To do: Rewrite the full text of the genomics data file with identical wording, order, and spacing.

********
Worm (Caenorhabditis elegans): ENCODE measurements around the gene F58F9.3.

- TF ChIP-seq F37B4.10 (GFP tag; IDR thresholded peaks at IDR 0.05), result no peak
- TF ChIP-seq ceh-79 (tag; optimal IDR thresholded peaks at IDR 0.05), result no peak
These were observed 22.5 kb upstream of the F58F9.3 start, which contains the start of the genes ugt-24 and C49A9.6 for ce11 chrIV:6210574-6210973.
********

Worm (Caenorhabditis elegans): ENCODE measurements around the gene F58F9.3.

- TF ChIP-seq F37B4.10 (GFP tag; IDR thresholded peaks at IDR 0.05), result no peak
- TF ChIP-seq ceh-79 (tag; optimal IDR thresholded peaks at IDR 0.05), result no peak
These were observed 22.5 kb upstream of the F58F9.3 start, which contains the start of the genes ugt-24 and C49A9.6 for ce11 chrIV:6210574-6210973.